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Spirit — Sunrise & Salvation - The Mercury Era Anthology
(Esoteric Recordings ECLEC82776, 1985/2021, 8CD)

by Peter Thelen, Published 2021-12-17

Sunrise & Salvation   -  The Mercury Era Anthology Cover art

After the breakup of the original five-piece Spirit in 1971 following Twelve Dreams of Dr. Sardonicus, Mark Andes and Jay Ferguson went off to start JoJo Gunne, and in due time Randy California left to form his new band Kaptain Kopter and the Fabulous Twirlybirds; Ed Cassidy and John Locke recruited new members to continue on as Spirit, eventually releasing Feedback in 1972. When California brought the tapes for the second Kaptain Kopter album, Potatoland, to Epic in 1973, they were rejected as being too weird and commercially unviable, after which he retired from music for a period of time and went home to Hawaii. Through Cassidy’s efforts, California eventually returned to lead Spirit again, first as a touring band, and then later with a hard-won deal from Mercury records in ‘ 75. The recordings at hand, an eight-disc set, begin in 1974 and follow the band through 1977, ending with recordings from late 1982, that produced the album Spirit of 84 (in the USA) or The Thirteenth Dream (in the UK) as well as live sets that followed into ‘85.

Subtitled The Mercury Era Anthology, these eight discs contain newly remastered versions of all of the LPs released by Mercury, as well as studio out-takes, demos, and some of the surviving live tracks from the tours surrounding those albums. The music on four of those albums — Son of Spirit (1975), Farther Along (1976), Future Games – A Magical Kajauna Dream (1977), and Spirit of 84 (recorded in late 1982, but released in 1984) — have all been previously reviewed in these pages, just know that in their remastered versions here, with studio bonus tracks, they sound far superior to those earlier releases. The album that we haven’t reviewed this far is the sprawling 1975 double LP Spirit of ‘76, an album meant to announce to the world that Spirit was back, as well as something of a celebration of the US Bicentennial, albeit a year early. Recorded by the trio of Ed Cassidy, Randy California, and bassist Barry Keene, it was recorded in Tampa following a show there originally to be headlined by Alvin Lee, who ultimately cancelled; the promoters let Spirit headline the show, the proceeds allowing them to book the studio time. The album begins with a cover of  “America the Beautiful” fused with Dylan’s “The Times They Are a Changing,” and closes with a laid back version of “The Star Spangled Banner.” The four album sides in between are a mix of California and Cassidy’s originals which offer a variety of styles combining folk, rock, jazz, country, and fierce psychedelia, some inspired by the work of his former late bandmate Jimi Hendrix, plus some selected cover tunes from the Rolling Stones songbook (“Happy” and “Walking the Dog”), Dylan (the aforementioned, plus “Like a Rolling Stone”), and the Hendrix favorite “Hey Joe.” Other standouts include the rockers “Victim of Society,” “Veruska” (the latter a song that dates from Spirit’s earliest 1967 demos), the country rocker “Joker on the Run,” the jazzy numbers “Feeling in Time,” “When?” and “Guide Me,” the three-part “Tampa Jam,” and interspersed strange bits of hyper-psychedelic dialog from Jack Bond (guest Bert Schoenberg). It’s a strange album in many ways, but when you put all the pieces of Spirit of 76 together it magically works!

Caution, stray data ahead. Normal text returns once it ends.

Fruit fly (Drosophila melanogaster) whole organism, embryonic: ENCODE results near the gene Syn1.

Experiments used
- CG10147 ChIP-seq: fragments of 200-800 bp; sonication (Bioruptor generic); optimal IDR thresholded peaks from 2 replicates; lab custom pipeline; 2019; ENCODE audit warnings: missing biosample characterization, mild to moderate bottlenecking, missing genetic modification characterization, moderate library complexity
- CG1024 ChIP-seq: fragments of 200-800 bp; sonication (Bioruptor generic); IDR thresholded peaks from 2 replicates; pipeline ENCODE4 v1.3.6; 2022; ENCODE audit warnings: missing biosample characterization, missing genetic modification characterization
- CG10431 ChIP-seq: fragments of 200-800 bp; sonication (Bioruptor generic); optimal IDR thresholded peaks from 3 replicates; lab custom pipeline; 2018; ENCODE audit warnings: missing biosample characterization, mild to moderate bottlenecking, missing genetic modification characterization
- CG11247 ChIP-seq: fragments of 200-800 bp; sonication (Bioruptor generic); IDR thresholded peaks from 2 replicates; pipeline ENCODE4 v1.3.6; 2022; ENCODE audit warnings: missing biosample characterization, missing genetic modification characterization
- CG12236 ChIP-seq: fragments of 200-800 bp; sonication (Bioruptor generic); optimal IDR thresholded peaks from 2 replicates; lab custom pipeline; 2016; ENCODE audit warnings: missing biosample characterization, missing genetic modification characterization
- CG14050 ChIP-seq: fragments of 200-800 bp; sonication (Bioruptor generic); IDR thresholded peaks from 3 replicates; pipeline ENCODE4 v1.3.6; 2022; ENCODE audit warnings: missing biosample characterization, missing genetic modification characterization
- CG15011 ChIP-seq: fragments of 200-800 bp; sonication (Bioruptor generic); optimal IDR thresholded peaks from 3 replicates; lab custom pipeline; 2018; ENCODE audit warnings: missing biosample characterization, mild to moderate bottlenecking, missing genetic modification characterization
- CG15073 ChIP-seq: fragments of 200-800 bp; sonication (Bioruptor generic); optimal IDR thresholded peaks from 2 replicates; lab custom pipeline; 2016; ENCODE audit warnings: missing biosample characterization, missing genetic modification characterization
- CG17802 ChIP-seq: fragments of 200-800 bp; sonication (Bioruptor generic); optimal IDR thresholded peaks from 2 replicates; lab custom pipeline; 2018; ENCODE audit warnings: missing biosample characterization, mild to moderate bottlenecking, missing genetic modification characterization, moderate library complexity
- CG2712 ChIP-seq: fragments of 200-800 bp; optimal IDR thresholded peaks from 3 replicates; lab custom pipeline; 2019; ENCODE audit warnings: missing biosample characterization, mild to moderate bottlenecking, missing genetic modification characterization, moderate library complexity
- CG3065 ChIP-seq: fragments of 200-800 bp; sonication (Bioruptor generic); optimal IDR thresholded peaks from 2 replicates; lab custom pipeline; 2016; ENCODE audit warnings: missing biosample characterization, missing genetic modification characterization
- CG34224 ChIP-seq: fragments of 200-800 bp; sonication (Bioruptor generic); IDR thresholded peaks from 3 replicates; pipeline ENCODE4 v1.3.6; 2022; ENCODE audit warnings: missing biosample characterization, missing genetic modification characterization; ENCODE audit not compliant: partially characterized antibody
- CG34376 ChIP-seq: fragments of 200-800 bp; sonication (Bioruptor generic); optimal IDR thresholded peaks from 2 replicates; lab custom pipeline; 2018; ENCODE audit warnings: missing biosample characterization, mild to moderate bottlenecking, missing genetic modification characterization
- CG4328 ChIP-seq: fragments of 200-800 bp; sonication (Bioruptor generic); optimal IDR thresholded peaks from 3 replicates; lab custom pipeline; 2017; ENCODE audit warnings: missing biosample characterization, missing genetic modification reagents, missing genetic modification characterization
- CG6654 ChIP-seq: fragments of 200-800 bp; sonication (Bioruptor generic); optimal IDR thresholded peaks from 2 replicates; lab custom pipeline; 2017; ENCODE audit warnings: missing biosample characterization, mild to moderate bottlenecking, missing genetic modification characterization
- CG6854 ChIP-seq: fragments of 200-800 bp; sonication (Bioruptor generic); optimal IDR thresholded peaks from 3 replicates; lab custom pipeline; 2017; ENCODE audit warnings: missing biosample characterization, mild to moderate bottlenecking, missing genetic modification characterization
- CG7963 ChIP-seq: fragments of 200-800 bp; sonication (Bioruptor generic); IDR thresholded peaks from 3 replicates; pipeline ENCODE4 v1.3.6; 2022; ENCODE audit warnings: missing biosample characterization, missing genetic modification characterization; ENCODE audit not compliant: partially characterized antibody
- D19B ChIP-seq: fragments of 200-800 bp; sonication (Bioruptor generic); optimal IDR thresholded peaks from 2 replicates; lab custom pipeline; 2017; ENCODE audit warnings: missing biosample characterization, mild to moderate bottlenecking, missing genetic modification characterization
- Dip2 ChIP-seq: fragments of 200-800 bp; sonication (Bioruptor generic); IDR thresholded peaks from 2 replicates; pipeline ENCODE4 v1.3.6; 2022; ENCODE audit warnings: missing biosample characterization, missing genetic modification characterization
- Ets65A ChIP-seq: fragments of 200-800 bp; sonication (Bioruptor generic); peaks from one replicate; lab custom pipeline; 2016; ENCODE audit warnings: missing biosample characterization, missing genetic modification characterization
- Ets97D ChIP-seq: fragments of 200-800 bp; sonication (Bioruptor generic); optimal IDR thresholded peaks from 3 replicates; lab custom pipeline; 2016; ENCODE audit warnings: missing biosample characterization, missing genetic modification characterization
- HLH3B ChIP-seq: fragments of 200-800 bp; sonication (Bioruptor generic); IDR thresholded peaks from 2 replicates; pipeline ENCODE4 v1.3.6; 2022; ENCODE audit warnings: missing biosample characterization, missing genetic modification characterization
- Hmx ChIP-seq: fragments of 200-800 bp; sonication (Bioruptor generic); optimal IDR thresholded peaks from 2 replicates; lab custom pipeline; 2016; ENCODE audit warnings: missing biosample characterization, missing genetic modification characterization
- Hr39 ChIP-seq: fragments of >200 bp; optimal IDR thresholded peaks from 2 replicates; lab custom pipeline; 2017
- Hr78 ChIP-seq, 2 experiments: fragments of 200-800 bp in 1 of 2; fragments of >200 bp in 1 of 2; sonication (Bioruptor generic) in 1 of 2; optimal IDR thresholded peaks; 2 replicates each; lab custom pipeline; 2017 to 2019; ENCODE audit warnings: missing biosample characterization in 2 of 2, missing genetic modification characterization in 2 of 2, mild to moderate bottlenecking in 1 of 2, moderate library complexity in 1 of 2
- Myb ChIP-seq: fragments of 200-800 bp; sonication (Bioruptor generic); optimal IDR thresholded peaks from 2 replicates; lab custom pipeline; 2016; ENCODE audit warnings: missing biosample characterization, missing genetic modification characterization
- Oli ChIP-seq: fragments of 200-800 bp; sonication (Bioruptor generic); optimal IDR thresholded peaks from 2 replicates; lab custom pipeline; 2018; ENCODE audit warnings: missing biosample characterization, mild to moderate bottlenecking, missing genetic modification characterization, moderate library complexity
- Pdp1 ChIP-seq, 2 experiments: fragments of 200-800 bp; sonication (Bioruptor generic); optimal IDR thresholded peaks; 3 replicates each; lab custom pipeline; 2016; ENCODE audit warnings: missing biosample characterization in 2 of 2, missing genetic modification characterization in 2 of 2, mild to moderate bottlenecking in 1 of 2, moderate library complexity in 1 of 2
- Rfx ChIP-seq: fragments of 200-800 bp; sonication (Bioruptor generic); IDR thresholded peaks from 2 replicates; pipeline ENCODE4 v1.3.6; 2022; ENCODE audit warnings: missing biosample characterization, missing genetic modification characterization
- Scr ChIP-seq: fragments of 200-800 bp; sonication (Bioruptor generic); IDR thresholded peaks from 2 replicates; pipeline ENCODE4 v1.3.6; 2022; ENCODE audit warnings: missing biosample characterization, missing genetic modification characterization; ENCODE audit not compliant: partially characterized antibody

The alternates, demos, out-takes, and live cuts tend to be grouped together with the albums chronologically. Interestingly, the alternate takes and live cuts for Son of Spirit date mostly from 1974, showing that most of the writing for that album pre-dates Spirit of 76. Throughout the set there are tracks from numerous live shows including sets from the Agora in Cleveland from November ‘74 and June ‘75 (the latter a partial set), and the entirety of disc seven is a full show from Austin, Texas in June 1975. Every disc here is packed to the limit with bonus material. Perhaps the most interesting is disc eight, where we find a complete early demo version of Future Games. Disc five features the entire Thirteenth Dream ‘reunion’ album, with several excellent studio tracks that were left off, including a new version of “Elijah,” plus several live tracks from a 1986 show in Detroit. This box set is admittedly an item intended for the hardcore Spirit fan, but It does include five important albums from that period, and connects a lot of the missing dots with the live and studio out-takes, and a 44 page booklet with a comprehensive essay by Spirit archivist Mick Skidmore.

Filed under: Archives, 2021 releases, 1985 recordings

Related artist(s): Spirit, Randy California

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